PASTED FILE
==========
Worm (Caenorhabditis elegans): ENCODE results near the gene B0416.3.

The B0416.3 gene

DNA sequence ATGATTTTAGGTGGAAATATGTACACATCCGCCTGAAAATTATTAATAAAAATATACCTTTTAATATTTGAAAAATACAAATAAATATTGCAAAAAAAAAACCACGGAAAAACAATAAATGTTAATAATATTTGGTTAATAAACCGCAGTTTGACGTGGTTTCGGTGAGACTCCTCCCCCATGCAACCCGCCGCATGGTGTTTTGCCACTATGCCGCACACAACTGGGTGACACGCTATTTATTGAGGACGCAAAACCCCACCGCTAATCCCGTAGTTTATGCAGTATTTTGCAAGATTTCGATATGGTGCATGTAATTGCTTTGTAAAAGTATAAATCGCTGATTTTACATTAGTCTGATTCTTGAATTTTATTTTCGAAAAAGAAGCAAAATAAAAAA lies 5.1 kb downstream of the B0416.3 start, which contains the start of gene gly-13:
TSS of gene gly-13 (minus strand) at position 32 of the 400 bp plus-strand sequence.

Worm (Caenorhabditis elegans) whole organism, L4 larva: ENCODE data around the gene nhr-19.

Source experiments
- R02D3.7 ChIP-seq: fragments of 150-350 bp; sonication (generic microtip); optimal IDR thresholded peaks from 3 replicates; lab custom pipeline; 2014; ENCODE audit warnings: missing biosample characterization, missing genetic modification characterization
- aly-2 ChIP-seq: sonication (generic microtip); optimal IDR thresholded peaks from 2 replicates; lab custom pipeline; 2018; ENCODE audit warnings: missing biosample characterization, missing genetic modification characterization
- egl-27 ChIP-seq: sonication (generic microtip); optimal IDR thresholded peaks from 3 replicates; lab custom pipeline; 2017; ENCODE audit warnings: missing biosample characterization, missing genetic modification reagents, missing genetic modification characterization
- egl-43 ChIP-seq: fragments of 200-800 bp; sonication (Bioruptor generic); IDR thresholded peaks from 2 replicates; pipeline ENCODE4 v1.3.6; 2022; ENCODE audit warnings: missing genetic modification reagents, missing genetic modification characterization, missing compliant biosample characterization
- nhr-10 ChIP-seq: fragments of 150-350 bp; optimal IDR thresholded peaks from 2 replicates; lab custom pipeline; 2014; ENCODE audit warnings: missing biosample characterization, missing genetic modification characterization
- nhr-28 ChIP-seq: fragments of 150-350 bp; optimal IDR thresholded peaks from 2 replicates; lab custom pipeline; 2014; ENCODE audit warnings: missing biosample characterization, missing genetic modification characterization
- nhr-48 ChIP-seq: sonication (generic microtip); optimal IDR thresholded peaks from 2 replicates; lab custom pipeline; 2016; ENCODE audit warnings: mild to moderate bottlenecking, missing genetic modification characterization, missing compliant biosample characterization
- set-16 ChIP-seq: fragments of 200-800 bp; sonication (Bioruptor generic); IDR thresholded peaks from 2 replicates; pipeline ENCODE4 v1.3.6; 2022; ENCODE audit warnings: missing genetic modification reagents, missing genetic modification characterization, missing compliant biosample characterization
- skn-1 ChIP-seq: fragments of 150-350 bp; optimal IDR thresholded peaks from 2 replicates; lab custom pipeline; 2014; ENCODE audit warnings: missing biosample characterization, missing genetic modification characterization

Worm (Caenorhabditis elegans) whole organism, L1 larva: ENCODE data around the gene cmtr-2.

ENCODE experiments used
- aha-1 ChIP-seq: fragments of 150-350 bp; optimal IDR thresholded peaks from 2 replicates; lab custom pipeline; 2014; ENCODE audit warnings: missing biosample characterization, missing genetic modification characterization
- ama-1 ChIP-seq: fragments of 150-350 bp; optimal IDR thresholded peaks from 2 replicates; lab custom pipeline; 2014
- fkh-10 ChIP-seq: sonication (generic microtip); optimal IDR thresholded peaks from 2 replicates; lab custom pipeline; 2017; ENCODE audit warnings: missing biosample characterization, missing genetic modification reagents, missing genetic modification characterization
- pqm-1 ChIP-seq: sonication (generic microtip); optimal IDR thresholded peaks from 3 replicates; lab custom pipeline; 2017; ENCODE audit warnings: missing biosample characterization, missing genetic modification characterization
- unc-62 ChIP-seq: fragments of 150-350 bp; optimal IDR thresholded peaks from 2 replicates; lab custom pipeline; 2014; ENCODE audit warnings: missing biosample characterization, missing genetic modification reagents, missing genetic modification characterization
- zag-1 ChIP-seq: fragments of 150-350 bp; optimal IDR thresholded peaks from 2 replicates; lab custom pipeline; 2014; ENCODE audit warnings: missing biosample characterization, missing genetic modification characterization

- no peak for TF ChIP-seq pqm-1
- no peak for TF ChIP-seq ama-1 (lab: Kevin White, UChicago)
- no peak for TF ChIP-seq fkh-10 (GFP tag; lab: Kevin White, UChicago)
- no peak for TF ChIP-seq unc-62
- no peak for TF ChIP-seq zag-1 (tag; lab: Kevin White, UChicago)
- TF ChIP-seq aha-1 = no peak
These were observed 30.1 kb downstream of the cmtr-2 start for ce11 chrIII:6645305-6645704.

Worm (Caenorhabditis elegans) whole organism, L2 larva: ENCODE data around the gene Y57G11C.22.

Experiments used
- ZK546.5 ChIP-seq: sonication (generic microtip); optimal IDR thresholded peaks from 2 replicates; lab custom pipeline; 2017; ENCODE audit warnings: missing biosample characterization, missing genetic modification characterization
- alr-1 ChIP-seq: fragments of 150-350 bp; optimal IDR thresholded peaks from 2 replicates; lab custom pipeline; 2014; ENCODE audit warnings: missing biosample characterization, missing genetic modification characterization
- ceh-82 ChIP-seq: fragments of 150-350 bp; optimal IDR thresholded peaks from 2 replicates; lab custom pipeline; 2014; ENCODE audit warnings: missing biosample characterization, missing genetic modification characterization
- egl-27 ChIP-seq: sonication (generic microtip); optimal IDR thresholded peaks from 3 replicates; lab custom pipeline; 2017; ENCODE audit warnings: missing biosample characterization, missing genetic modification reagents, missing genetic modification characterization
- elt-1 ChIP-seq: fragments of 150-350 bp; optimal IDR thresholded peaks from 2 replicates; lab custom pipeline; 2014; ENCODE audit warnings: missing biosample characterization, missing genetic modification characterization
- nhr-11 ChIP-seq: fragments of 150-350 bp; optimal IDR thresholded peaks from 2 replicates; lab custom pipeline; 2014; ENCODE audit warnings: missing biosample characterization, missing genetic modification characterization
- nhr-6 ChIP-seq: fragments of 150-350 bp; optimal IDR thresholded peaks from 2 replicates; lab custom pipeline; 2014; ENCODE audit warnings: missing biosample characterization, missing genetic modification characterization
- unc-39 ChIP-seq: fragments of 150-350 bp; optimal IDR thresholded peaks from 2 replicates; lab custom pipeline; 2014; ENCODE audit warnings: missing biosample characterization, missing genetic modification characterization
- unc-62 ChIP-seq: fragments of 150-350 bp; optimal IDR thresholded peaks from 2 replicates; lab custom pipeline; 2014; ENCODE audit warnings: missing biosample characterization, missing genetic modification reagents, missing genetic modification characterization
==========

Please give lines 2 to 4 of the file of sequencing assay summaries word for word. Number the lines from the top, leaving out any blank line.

The B0416.3 gene

DNA sequence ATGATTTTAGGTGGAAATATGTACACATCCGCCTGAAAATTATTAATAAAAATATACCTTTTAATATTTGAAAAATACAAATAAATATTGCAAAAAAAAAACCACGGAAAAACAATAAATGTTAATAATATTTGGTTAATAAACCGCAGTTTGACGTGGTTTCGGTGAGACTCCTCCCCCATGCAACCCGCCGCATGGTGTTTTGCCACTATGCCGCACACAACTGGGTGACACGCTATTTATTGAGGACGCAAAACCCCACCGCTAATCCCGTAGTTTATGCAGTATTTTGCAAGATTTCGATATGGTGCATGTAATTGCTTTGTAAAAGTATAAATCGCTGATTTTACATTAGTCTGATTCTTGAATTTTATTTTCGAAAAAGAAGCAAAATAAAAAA lies 5.1 kb downstream of the B0416.3 start, which contains the start of gene gly-13:
TSS of gene gly-13 (minus strand) at position 32 of the 400 bp plus-strand sequence.